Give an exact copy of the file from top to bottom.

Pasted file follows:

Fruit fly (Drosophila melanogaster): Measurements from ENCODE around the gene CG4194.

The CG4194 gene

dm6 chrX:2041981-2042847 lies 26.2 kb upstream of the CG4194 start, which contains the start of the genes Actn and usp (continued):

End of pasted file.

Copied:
Fruit fly (Drosophila melanogaster): Measurements from ENCODE around the gene CG4194.

The CG4194 gene

dm6 chrX:2041981-2042847 lies 26.2 kb upstream of the CG4194 start, which contains the start of the genes Actn and usp (continued):